I can use the phone well. I hate using the phone. I don’t have long conversations with friends and I’d rather just meet face to face. But the lockdown has forced me to use the phone well. Face time quizzes and chats have become the new norm and are great. I’m going to prefer face to face chats when I can have them but face time won’t be such a bad alternative if not.

Obligations. I’ve spoken to a lot of people and they have highlighted this one. How much of the stuff do we do out of obligation and because we don’t want to say no. Whether it’s fear of missing out or looking like a bad person it’s easy for things to creep into our diary due to this. Be on guard. I’ve certainly listed a few things I’m going to be doing less of.

I think the single most important thing has been thinking space. This period has given me thinking space and I’ve learnt that at work that can’t happen by accident, it has to be built into my week. It may be at the end of each day but I have to give myself some time to be, feel what I’m feeling and process.

So there you have it a few ponderings about work and life and lessons learnt from lockdown. Will I be able to stick with them all when life returns back to it’s chaotic madness in school? Of course not, but at least I’ll know its possible and there is a better way of working and living. So maybe I’ll try a little harder to have a work life balance.

Fail Fast, Learn Fast in 2020

I once heard someone say ‘You can have 5 years of experience in 5 years or 1 year of experience in 5 years it’s up to you,’ and that just stuck with me and got under my skin.

I was just starting out in teaching, shifting from a different career and I thought about my previous career and really asked myself how many years I had wasted doing the same thing over and over or going through the motions. I would guess at least 40% of my actions were a repeat, rehashing the same things and not trying new things with risk. At the same time I was beginning my career in teaching and realised that Leadership teams in any school I worked for were desperate for enthusiastic teachers to have ideas and run with them on the condition that they would be self-evaluative, critical and share their thoughts. So I had a prime opportunity not to repeat my past.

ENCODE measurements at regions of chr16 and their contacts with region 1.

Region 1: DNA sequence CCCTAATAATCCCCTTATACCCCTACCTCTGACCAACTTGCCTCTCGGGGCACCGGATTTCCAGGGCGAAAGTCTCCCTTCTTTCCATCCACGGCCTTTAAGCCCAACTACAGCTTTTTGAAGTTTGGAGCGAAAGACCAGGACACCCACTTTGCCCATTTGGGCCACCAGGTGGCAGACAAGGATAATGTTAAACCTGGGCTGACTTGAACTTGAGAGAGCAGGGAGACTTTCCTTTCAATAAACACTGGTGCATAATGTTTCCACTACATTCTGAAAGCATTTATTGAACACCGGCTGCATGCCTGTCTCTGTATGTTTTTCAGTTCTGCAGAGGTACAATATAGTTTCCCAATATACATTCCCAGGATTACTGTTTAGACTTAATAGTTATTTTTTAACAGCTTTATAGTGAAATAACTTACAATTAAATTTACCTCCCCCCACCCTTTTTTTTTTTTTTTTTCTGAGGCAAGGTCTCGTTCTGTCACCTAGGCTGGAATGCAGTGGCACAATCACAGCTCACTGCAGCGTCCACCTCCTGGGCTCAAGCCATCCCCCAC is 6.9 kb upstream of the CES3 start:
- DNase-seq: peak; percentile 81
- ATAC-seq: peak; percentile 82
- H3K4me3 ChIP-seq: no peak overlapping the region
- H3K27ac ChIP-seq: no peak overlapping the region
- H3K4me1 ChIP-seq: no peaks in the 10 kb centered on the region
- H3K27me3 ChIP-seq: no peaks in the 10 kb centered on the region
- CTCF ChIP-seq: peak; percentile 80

How we should educate has always been an area for debate even amongst non professionals, take some of our political leaders for example who have never set foot in a classroom but claim to know what is best. However, we are seeing a flurry of new material and research in the field. The only way to know what is and isn’t worth pursuing is to discuss it in education spheres and then try it.

This has been a thoroughly enjoyable blog to write. Casting my mind back to things that I have tried but have not worked has made me laugh, cringe and eventually feel proud at the things I have tried and tested. Here are some examples of things I have tried and may have failed depending on what we are looking at for an outcome:

NQT year, I took the hardest to reach group of girls in Year 9 with no aspirations other than to marry drug dealers (their words not mine) and did 11 1 hour sessions with them on careers. To be honest this was a pretty easy sell to the principal who just desperately wanted someone to keep an eye on them and wanted them out the corridors so he literally said ‘How much?’ I’d seen an online package for £250 and we went through it. The package failed, was clunky, boring and is no longer in circulation but I had some great conversations with the girls about their dreams. I showed them online listings of the average earnings of numerous jobs and they hadn’t heard of 98% of them. So we would discuss what different jobs did. We calculated the costs of wanting to live the lives they dreamed of. Did it change their GCSE grades, nope. Did it teach them better maths or English or science. Nope. Did it make them feel like someone at school was listening to them and invested in their future. I think so, yes. Failure or success? You decide.